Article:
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Happy New Year! Here’s some good news to start your year off right: many name-brand prescription medications are going generic this year. Among them: Lexapro, used to treat depression (March) Provigil, which treats sleep problems (April) Plavix, an antiplatelet drug which can prevent blood clots (May) Singulair, an Asthma drug (August) In the second half of 2011, Lipitor, Solodyn and Zyprexa went generic. If you are taking any of these name-brand drugs, talk to your doctor about cheaper, generic alternatives. Photo credit: e-MagineArt.com on …
This is a guest post by Annie Lynsen, on loan to AARP from Small Act. When you picture a typical drug addict, what age is that person? Probably not over 55. Yet drug and alcohol abuse among older adults is on the rise. Between 1995 and 2002, the number of substance abuse treatment admissions for people 55 and older increased by 32 percent, according to the Substance Abuse and Mental Health Services Administration (2005). Typically, older drug addicts aren’t abusing …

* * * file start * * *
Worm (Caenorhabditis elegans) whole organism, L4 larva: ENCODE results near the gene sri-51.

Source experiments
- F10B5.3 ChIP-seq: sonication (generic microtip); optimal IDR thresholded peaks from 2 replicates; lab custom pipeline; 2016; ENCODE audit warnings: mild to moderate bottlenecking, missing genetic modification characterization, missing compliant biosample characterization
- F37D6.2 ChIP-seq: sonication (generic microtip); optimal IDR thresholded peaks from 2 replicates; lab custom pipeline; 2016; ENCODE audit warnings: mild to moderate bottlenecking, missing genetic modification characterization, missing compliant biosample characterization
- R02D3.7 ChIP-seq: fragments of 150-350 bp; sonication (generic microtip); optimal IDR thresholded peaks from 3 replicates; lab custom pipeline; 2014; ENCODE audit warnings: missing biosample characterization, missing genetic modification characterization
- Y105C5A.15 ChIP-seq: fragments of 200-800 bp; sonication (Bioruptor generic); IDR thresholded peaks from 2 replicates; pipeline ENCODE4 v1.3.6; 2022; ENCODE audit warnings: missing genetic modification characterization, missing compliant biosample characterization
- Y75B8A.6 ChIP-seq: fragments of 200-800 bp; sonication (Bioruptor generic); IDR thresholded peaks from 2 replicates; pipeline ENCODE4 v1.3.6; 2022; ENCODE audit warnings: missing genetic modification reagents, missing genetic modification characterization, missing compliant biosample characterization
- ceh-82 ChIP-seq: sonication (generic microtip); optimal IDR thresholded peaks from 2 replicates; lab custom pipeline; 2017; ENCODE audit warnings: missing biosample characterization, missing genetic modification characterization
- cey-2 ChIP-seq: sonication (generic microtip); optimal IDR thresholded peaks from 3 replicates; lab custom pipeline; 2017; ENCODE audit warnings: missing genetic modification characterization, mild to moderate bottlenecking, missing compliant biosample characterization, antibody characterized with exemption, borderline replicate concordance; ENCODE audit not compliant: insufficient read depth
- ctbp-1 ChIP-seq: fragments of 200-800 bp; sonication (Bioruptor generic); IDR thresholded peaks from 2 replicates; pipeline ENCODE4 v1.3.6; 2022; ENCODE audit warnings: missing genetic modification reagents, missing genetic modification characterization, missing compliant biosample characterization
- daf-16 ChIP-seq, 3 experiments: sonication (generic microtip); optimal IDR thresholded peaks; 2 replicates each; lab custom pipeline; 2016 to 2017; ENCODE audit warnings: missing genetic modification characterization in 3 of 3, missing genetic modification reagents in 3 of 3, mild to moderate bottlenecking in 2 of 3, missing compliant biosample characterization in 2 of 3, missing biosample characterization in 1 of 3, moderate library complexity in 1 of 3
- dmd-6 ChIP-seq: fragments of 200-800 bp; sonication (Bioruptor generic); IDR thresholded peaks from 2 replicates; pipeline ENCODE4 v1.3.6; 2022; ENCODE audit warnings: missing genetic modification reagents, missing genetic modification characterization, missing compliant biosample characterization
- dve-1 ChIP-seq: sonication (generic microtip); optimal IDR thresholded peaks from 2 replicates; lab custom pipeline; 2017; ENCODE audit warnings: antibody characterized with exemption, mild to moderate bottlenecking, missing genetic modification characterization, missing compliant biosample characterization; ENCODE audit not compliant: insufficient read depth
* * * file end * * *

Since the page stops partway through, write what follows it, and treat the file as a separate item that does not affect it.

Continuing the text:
Have you ever wondered if the medication you’re taking is really the best one for your condition? Is there a less expensive, but equally effective medication you can use instead? Or is there a comparable drug with fewer side effects? You can find out with the Drug Savings Tool.
Yet the deficit reduction committee’s deadline fast approaching, it’s still uncertain whether panel members will be able to get over their current partisan deadlock and actually do what they set out to do””and if they fail, older Americans have a lot to lose. Plus, a new analysis finds 20 percent of all American adults are taking medication to treat some sort of mental or behavioral health problem.
It’s that time of year again; here on the East Coast, we’re unpacking our sweaters, and doing a quick inventory of summer, a sort of fall cleaning. Do you do do a seasonal survey of your closet? Maybe, in addition to that home cleaning, you should take a peek in that medicine cabinet of yours. October 29th is Drug Take Back Day. The U.S. Drug Enforcement Agency will be collecting unneeded and expired medicines. Do you hold on to prescriptions …
Once upon a time, we trusted that our doctors knew our all of our medications, and how they interacted. But now, trooping off to the cardiologist one day, and the gastroenterologist the next, with a side of psychiatrist? And what happens if, say, you forget to mention all the drugs you’re taking to each doc, and even if you do, do they know how all the drugs you’re taking interact?